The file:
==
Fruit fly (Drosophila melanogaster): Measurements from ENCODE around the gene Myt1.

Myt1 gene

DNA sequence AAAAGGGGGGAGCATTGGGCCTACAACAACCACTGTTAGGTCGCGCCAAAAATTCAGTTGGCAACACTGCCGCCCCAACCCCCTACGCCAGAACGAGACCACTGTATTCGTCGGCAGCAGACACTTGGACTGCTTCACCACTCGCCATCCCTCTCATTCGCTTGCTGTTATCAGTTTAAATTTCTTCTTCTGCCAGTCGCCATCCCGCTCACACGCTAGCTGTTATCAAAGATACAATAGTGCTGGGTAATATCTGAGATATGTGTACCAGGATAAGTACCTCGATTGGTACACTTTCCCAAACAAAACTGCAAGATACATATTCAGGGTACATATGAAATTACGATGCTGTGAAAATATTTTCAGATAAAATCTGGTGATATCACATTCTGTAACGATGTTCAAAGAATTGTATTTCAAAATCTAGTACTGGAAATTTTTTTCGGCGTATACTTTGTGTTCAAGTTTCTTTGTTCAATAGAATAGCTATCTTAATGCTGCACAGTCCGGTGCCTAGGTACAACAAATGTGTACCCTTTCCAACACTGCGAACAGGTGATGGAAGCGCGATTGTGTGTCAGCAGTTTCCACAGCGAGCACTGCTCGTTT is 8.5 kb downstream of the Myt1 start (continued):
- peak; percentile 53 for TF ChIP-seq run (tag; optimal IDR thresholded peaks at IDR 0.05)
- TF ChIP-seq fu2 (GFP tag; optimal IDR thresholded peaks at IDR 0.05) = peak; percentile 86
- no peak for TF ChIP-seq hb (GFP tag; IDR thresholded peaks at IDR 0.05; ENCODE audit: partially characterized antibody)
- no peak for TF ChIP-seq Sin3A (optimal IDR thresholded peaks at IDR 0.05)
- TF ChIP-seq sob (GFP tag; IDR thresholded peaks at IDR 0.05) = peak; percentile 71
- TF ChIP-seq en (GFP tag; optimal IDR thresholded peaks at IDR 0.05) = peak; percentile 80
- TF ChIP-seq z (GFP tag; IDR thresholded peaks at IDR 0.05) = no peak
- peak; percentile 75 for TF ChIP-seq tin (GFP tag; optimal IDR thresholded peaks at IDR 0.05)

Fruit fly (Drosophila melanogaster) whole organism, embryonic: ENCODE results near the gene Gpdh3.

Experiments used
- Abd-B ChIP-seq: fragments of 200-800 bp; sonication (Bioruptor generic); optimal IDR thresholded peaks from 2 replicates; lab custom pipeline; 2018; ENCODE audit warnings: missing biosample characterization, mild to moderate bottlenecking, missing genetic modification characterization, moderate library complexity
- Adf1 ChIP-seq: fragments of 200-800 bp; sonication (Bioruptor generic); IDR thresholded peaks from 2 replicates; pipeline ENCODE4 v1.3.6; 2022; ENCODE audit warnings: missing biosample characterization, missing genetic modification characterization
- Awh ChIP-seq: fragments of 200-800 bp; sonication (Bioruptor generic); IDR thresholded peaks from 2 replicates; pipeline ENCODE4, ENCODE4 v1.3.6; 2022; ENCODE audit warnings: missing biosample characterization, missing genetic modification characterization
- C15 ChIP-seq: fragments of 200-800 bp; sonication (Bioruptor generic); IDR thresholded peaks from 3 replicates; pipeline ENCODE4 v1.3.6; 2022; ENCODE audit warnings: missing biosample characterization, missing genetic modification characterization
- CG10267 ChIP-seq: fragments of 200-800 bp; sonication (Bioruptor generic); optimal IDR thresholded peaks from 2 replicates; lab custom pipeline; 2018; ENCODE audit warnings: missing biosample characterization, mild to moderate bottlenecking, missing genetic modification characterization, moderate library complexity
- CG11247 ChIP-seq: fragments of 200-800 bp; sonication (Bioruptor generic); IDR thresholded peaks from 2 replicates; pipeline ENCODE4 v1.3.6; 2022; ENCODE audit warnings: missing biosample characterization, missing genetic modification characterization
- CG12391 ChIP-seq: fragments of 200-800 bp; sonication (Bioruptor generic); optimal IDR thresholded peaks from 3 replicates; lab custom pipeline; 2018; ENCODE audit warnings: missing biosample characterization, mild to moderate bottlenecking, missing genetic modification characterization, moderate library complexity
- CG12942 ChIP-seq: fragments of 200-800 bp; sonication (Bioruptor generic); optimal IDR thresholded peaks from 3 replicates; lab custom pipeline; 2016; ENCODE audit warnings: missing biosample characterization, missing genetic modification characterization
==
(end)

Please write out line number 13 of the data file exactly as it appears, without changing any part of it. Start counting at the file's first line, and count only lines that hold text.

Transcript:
Experiments used